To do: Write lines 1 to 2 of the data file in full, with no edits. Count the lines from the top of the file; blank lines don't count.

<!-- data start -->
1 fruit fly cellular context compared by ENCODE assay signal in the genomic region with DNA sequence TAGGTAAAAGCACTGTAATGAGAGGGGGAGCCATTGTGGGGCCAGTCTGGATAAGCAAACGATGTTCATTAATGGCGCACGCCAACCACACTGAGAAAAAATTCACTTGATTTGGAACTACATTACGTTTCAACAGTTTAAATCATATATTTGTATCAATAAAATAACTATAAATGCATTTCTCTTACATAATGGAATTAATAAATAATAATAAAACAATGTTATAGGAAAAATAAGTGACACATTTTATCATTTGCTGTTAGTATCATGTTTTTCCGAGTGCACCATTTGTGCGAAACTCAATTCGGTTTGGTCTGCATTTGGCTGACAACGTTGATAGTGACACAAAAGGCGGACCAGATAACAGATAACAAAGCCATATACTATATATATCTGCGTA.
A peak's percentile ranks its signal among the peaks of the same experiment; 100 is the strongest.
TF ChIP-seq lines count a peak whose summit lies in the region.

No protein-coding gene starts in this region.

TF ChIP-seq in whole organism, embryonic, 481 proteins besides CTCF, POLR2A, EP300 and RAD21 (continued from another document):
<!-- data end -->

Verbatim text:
1 fruit fly cellular context compared by ENCODE assay signal in the genomic region with DNA sequence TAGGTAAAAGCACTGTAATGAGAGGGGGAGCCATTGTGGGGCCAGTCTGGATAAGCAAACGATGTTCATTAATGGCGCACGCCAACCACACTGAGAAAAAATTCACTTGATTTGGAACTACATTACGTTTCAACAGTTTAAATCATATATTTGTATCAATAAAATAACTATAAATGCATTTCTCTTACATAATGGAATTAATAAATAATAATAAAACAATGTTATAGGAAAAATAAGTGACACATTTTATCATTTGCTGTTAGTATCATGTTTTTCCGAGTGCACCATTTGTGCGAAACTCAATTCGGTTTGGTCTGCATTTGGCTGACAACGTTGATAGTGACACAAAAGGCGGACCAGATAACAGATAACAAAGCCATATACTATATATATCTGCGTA.
A peak's percentile ranks its signal among the peaks of the same experiment; 100 is the strongest.